Addressing violence against women through economic opportunity

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A common thread of anticipation and hope on the women’s faces, runs through all the communities we have engaged with, as we have done our rounds in some of the Spotlight Initiative’s selected districts, including Muzarabani, Umzingwane, and Chipinge. The main purpose of the meetings was to share information about the Spotlight Initiative in general, and the Women Economic Empowerment component in particular. We also defined the target group for the programme: Survivors of GBV; Women living with HIV; Women with Disabilities; and Women in extreme poverty.

Poverty is a recognised driver of gender-based discrimination and violence that has led to an increase in the feminization of poverty in both rural and urban areas. Evidence from studies by the ILO and other organizations show that investment in economic empowerment is a prerequisite for sustainable development, pro-poor growth and the achievement of the sustainable development goals (SDGs). Data from the targeted Spotlight Initiative districts reflect high levels of poverty rates, even higher than the National Poverty Rate of 72.3%.

The community engagement efforts at this stage strategically involved all members of the community, such as traditional and political leaders, spouses, the women, and other influential people in the community like teachers, headmasters, business owner and retired workers. We have to orient and negotiate for the women participation in the economic empowerment programmes, otherwise masculinity and some ‘cultural’ barriers can potentially stand in the way, including lack of self-confidence in the women themselves. Hence, Gender Transformation becomes an essential gateway to rural women economic empowerment programmes.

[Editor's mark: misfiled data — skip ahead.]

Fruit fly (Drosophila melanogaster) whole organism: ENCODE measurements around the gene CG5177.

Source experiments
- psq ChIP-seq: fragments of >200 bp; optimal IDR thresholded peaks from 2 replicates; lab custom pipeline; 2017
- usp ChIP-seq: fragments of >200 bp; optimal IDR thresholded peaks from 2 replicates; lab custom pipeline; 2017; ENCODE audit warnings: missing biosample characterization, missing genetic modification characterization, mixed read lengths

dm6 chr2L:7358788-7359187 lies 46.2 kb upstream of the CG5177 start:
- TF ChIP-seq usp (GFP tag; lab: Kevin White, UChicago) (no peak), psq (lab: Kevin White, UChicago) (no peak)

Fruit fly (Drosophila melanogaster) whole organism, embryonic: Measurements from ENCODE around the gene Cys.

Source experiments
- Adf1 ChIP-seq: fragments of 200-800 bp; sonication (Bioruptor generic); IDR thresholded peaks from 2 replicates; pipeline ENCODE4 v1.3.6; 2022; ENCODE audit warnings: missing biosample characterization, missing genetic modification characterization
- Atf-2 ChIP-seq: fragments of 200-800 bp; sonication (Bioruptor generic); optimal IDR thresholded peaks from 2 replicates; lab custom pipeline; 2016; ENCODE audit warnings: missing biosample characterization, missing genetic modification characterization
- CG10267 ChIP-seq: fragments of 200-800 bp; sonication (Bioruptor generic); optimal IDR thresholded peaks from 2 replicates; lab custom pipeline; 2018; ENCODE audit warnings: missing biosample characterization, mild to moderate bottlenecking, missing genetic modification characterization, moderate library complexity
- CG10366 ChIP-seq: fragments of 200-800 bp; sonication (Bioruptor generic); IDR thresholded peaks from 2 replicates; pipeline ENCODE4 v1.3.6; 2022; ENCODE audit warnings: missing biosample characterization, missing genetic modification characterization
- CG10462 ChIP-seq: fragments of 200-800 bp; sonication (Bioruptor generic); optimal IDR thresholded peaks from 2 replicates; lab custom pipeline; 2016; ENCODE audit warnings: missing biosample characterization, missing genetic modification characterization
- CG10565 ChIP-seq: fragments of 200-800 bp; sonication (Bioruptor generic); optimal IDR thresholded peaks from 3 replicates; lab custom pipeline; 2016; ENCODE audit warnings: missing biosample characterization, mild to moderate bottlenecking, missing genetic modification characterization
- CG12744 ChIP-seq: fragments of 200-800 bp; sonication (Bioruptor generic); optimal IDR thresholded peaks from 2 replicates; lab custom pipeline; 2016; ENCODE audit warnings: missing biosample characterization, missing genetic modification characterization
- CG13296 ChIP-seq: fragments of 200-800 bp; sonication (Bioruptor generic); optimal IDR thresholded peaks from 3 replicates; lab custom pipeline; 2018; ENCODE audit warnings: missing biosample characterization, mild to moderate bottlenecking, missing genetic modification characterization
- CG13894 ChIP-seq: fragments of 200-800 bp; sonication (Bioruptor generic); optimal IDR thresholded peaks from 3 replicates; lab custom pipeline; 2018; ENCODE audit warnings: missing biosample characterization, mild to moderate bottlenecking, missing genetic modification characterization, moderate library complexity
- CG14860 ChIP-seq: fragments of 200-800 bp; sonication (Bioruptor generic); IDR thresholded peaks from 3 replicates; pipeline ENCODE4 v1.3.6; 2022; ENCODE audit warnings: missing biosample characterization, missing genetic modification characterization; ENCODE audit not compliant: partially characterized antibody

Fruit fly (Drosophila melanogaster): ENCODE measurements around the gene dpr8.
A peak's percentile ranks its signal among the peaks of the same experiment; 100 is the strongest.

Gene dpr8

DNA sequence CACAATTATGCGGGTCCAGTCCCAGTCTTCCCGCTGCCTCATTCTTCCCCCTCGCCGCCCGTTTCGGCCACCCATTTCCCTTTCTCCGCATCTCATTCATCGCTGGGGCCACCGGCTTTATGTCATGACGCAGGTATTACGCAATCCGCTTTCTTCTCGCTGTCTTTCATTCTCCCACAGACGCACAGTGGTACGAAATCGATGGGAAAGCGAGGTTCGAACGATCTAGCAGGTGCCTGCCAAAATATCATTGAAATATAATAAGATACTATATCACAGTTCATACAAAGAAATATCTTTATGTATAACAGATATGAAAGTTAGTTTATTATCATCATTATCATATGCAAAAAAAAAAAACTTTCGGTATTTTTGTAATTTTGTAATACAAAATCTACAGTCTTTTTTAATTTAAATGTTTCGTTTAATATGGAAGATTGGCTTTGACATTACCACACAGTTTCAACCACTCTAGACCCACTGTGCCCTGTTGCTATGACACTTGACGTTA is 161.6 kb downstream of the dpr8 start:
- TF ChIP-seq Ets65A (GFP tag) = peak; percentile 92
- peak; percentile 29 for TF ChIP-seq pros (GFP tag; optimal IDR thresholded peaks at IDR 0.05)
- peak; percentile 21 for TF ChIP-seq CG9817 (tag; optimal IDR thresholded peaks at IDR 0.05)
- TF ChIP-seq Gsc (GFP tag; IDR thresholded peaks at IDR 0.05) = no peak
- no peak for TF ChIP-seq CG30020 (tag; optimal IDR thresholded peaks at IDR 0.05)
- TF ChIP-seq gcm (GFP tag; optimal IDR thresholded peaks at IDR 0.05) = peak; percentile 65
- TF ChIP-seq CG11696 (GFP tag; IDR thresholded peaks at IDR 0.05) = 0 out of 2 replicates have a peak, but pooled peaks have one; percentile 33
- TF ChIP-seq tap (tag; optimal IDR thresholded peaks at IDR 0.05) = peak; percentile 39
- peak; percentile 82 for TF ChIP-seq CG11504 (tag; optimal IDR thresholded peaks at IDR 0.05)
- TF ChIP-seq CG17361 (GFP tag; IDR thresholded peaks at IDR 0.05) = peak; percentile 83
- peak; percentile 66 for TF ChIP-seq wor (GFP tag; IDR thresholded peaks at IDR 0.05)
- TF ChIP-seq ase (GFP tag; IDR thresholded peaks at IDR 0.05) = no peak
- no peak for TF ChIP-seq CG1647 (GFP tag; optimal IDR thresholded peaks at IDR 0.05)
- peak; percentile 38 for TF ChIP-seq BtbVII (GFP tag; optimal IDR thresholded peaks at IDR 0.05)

The communities have to to open up to the reality of women being economically empowered and to provide the needed support in the process, for the success of the programme. In addition, the women themselves will need to be equipped to balance their reproductive roles and the newly acquired productive role.

Sadly, from the discussions in the three districts visited so far, it was validated that Gender-Based Violence is a reality in the selected communities, fueled by different factors, but communities identified poverty as the key driver. A mapping of the potential economic activities per district was also done, together with the District Coordination Committees – comprised of all line ministries and civil society organisations and chaired by the District Coordinator (former District Administrator – DA).

The communities were left to identify the potential beneficiaries informed by the set criteria, under the guidance of the Ministry of Women Affairs. However, a thorough validation process will pursue to ensure that we have the correct beneficiaries for the project.